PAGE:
Maybe this aspect was more subtle in the original script, but Gene looks to have taken this as his cue to prove his untapped worth as a Shakespearian actor and is soon walking around Von Beck’s yacht reciting whole passages from Othello. Irregardless of how illogical it would be for someone on a secret mission to poison a husband’s mind against his wife to go around liberally quoting from a world famous play, in which a husband’s mind is poisoned against his wife. Shakespeare scholars throughout the land would be wise to stuff their ears with cotton wool at these points, leaving the rest of us to be driven deaf by the sound of The Bard rolling about in his grave. Say what you will about Gene, but when it comes to showing off he rarely misses an opportunity. Throw some ITC money his way and he is happy to strip, recite Shakespeare and since there is a party on the yacht…music…drink and women to impress in this episode we also get…. GENE, GENE…THE DANCING MACHINE!!!
How do you even begin to describe Gene’s dancing? If I had to put a name to his dancing style I’d have to call it ‘The Marionette’. It honestly looks like Gerry Anderson is working him at times. If The Adventurer ever makes it to Blu-Ray one day I wouldn’t be at all surprised if we’re able to spot the strings. Much to Gene’s no doubt chagrin he has to share Adventuring duties in this episode with Diane and yet another brand new male assistant in the form of Brett (Warren Stanhope). Now, I have to confess that it had completely slipped my mind that The Adventurer went through four different male assistants. By rights Brett should leave more of an impression than he does, since he is significantly different than what has gone before. Brett being stocky, close to Gene in age and Canadian. Brett is also the first of the Adventurer gang to really take one for the team (getting badly beaten up by Nurse Hoffman’s thugs early on) yet for all this he is the least memorable of The Adventurer’s ever revolving door of male assistants.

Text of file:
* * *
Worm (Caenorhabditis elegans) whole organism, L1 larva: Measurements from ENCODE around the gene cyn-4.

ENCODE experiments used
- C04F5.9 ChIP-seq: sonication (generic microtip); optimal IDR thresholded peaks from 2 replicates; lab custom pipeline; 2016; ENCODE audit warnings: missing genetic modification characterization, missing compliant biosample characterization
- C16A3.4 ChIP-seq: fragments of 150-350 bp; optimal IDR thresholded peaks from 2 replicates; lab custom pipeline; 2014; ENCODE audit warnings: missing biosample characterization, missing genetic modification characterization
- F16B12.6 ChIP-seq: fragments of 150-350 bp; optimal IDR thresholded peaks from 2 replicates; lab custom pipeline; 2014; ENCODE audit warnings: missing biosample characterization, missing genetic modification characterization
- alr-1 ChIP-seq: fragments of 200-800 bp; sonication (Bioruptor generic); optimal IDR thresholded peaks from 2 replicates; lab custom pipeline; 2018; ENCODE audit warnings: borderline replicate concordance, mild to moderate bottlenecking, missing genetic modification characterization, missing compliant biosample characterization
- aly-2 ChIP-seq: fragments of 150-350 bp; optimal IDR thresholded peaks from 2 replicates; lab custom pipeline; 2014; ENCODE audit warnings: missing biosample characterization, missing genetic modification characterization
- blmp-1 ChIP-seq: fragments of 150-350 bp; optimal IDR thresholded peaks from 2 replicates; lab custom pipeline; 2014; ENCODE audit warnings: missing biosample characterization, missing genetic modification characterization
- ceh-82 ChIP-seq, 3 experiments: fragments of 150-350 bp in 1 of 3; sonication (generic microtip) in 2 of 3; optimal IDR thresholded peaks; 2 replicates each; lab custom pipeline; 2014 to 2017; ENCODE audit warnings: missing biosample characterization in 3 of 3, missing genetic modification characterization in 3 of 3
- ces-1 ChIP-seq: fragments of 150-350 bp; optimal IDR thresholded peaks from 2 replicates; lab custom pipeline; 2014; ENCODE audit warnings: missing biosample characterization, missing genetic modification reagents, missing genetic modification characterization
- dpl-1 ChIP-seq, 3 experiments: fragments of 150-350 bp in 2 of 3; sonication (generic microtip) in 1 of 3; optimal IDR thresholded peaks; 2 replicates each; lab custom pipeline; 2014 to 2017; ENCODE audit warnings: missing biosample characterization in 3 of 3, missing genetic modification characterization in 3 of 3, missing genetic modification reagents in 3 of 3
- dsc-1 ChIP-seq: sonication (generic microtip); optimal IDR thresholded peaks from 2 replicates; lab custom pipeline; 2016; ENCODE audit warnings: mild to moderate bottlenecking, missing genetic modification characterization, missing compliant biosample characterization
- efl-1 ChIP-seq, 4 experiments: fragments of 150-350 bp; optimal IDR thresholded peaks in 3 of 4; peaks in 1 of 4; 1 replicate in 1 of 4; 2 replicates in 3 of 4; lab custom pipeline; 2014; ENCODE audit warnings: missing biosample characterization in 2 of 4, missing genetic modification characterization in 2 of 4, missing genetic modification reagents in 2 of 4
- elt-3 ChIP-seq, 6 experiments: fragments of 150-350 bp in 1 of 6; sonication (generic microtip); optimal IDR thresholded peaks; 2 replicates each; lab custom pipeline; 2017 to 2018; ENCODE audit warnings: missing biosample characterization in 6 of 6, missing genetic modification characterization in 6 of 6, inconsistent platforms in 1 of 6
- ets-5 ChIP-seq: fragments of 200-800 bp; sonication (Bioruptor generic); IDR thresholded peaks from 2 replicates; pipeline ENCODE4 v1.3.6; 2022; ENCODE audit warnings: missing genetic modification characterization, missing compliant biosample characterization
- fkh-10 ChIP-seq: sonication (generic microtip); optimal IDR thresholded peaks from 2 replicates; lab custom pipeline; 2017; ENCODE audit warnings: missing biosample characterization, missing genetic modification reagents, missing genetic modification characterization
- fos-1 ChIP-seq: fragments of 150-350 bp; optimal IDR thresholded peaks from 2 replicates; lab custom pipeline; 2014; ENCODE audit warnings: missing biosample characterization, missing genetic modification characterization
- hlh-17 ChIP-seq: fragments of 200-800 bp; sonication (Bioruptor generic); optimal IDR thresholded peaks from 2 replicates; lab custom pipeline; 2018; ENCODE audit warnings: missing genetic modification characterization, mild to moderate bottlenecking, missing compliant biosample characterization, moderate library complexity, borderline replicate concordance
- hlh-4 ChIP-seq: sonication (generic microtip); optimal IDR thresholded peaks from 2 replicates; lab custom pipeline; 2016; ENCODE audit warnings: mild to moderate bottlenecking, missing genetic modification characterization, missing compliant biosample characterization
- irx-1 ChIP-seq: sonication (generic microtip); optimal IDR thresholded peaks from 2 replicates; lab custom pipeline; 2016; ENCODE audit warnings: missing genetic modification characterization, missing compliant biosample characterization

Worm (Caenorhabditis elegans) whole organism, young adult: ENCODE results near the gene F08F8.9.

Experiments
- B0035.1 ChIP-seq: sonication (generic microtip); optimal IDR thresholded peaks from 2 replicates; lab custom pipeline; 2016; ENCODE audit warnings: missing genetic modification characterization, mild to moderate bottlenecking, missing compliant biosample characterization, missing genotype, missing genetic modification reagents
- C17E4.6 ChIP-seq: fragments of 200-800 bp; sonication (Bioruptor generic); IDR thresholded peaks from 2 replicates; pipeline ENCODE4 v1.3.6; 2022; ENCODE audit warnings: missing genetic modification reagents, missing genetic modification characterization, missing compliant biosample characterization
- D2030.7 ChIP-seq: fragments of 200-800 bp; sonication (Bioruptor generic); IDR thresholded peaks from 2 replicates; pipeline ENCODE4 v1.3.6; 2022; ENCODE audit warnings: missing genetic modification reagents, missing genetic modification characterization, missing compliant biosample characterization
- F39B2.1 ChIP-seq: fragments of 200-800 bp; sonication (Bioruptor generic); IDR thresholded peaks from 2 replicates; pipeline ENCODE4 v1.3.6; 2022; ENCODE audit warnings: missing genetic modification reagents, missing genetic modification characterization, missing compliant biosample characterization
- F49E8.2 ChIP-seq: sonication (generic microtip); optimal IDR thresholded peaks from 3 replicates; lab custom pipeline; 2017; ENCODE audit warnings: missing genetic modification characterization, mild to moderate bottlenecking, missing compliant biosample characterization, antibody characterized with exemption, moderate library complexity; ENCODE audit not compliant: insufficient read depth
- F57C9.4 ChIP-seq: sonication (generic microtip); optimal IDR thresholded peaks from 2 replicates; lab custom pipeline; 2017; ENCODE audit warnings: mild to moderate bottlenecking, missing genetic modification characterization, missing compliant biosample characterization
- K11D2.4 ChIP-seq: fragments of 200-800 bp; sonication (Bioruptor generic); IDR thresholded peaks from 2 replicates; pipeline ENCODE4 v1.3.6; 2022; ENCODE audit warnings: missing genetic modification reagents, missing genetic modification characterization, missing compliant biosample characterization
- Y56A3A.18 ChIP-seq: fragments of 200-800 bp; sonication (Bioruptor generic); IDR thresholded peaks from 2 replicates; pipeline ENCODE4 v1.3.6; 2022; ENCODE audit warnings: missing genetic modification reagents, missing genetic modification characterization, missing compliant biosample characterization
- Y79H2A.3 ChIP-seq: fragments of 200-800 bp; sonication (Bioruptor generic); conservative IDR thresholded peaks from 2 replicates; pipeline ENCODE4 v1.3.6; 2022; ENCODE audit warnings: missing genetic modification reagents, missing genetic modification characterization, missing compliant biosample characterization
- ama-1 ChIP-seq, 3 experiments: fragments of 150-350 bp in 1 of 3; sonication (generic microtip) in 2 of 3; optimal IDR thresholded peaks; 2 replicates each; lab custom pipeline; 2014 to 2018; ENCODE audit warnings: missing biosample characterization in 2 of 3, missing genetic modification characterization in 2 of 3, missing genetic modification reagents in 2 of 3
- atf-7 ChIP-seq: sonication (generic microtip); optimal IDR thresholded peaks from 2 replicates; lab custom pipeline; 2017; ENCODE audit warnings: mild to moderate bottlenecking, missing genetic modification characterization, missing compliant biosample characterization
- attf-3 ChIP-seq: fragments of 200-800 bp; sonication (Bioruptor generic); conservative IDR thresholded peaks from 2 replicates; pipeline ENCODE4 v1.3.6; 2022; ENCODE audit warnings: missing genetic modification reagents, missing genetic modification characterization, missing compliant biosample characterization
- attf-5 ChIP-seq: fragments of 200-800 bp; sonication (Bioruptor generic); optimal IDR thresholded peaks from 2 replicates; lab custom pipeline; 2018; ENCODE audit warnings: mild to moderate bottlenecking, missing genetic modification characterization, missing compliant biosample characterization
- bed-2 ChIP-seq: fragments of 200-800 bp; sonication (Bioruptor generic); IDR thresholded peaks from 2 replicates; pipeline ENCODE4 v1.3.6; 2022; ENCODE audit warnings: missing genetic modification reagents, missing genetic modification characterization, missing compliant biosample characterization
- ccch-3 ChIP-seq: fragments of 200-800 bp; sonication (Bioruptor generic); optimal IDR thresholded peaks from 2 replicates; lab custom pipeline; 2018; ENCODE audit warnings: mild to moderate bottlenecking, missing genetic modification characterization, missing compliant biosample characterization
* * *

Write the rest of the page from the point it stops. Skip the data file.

Fortunately Catherine Schell isn’t as wasted in this episode as other Adventurer outings of late, and I can’t help wondering if the arrival of Val Guest into the director’s chair was a factor in this. After all, Guest’s career was never blind to the appeal of female glamour, most famously in Hammer’s fur bikini fest ‘When Dinosaurs Ruled the Earth’ and more recently in 1972’s ‘Au Pair Girls’ (which proved a rich source of female talent for The Adventurer). As someone, probably Robin Askwith, once said “crumpet was Val’s hobby”. Therefore give Val Guest a camera and ask whether he wants it pointing in the direction of Gene or Catherine Schell, and it is no real surprise that Guest’s Adventurer episodes tend to be more ‘Team Catherine’ than ‘Team Gene’.
Guest’s eye for the ladies does result in this episode having a resurgence of interest in the Diane Marsh character. She shows up in several scenes with Gene here (which neither party seems too pleased about) and even gets her own subplot which requires her to go undercover as a nurse, before Gene retakes the show’s reins for its big set piece. One that sees Kerston and Hoffman follow an ambulance taking Schlessen to hospital, only to lose him when Gene and Brett show up in identical ambulances and confuse them over which of the three ambulances contains Schlessen. A kind of high speed chase equivalent of the magicians’ ‘cups and balls’ routine, but rather than it being a case of which cup is the ball under, it’s a case of which ambulance is the retired NATO general in. Feel free to play along at home.
I must admit that until I stated revisiting The Adventurer for these blog posts, I hadn’t realised just how preoccupied with the spread communism the series is. Something which feels out of place for the 1970s, with ‘red scare’ obsessions in films and TV being more synonymous with the 1950s McCarthy era or commie bashing 1980s actioners like Invasion USA and Red Dawn. The landscape of The Adventurer is one of paranoia, with Europe depicted as being awash with Russian agents who have their knives out for peace loving politicians, critics of the Russian regime, and defecting Russian spies. By rights it should date the series as a cold war relic, and yet with the old fears about Russia returning and the rise of Putin as Europe’s chief bogeyman, The Adventurer doesn’t feel quite at odds with the modern world than it once did. Who on earth would have ever thought that on some level The Adventurer would seem topical again? As to whether Gene’s mustard coloured underwear will make a similar comeback….well only time will tell.